The great hammerhead, however, is the largest of the 9 species of hammerhead sharks and is reported to reach up to 6.1 m in length and weigh up to at least 581kg. These sharks have a flat hammer-shaped head with a notch at the center located along the front edge. Juveniles have slightly curved heads at the front margin that becomes nearly straight as they reach adulthood. This species can be identified by its nearly rectangular head. The first dorsal fin is very high and curved; the second dorsal and pelvic fins are high with deeply concave rear margins. They are light gray or gray-brown on the dorsal side, white on the ventral side and fins lack conspicuous markings.
It is native to Pakistan Widespread in the Arabian sea and south-west Indian Ocean but in South Africa is confined to the KwaZulu-Natal coast, where it co-exists with the scalloped hammerhead S. lewini, also an inhabitant of the tropic, and the smooth hammerhead S. zygaena, which favours cooler waters. There is a pupping and nursery ground in a coastal mangrove estuarine area of southern Belize. The great hammerhead ranges widely throughout the tropical waters of the world, from latitudes 40Â°N to 35Â°S. It is apparently nomadic and migratory, with some populations moving polewards in the summer, as off Florida and in the South China Sea.
Sphyrna mokarran is a coastal-pelagic and semi-oceanic tropical hammerhead occurring close inshore and well offshore, over the continental shelves, island terraces, and in passes and lagoons of coral atolls, as well as over deep water near land, at depths ranging from near-surface to over 80 m.
Females breed once every two years. Pups are born in late spring to summer in the Northern Hemisphere and between December and January off Australia.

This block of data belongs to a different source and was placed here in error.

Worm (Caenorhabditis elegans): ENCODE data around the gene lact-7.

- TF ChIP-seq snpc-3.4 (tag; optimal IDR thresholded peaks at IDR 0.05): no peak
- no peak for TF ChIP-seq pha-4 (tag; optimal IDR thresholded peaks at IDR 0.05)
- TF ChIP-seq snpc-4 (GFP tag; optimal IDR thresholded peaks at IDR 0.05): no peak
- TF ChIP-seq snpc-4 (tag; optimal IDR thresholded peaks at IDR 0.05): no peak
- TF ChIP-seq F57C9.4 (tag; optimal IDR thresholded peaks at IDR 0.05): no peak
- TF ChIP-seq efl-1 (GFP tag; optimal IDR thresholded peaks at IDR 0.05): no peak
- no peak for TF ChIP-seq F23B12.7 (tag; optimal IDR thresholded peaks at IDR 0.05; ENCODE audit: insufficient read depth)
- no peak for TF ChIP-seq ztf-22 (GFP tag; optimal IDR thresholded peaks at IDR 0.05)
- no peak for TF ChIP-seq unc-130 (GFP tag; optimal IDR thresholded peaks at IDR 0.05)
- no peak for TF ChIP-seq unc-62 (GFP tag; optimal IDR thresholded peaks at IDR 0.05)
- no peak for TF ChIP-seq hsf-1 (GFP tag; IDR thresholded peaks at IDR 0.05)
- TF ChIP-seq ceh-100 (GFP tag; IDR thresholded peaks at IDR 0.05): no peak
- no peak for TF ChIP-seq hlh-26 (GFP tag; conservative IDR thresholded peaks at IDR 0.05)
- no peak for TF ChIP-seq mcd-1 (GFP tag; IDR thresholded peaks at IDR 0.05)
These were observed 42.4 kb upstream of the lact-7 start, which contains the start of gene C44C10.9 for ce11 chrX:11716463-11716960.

The diet includes fish (mainly demersal species), other elasmobranchs, crustacea and cephalopods. Strong et al. (1990) observed a large great hammerhead feeding on a southern stingray Dasyatis americana (disc width 1.5 m).
The great hammerhead is extremely vulnerable to overfishing due to its low overall abundance and long generation time. Due to the distinctive head shape of this genus, it is typical for catches to be reported at the genus level, Sphyrna spp. Therefore, it is rare to find fisheries statistics that are specific to one species of hammerhead shark. Due to the great hammerhead?s preference for warmer waters, it can be expected to make up a greater proportion of tropical catches of hammerheads than more temperate fisheries. Sphyrna mokarran is taken by target and bycatch, fisheries and is regularly caught in the tropics, with longlines, fixed bottom nets, hook-and-line, and possibly with pelagic and bottom trawls.
Assessment of its conservation status is difficult as few fisheries separate the great hammerhead from other hammerheads in their reported catches. This species is listed as globally Endangered on the IUCN Red List. It is Endangered in the northwestern Atlantic and the Gulf of Mexico, where though it is a non-targeted species, populations have dropped 50% since the 1990s due to bycatch. It is also Endangered in the southwestern Indian Ocean, where large numbers of longline vessels operate illegally along the coasts for hammerheads and the giant guitarfish (Rhynchobatus djiddensis). The great hammerhead catch rate in Indian Ocean has declined 73% from 1978 to 2003, though it is yet undetermined whether these represent localized or widespread depletion. The great hammerhead is Critically Endangered along the western coast of Africa, where stocks have collapsed with an estimated 80% decline in the past 25 years. The West African Sub-Regional Fishing Commission (SRFC) has recognized the great hammerhead as one of the four most threatened species in the region, though fishing continues unmonitored and unregulated. Off northern Australia, this species was assessed as Data Deficient but at “high risk”. Concern has arisen there over a substantial increase in illegal, unreported, and unregulated (IUU) fishing, reflecting the raising value of this shark’s fins.
No conservation measures specifically protecting the great hammerhead have been enacted. It is listed on Annex I, Highly Migratory Species, of the UN Convention on the Law of the Sea, though no management schemes have yet been implemented under this agreement. The banning of shark finning by countries and supranational entities such as United States, Australia, and the European Union, and international regulatory bodies such as the International Commission for the Conservation of Atlantic Tunas (ICCAT), should reduce fishing pressure on the great hammerhead.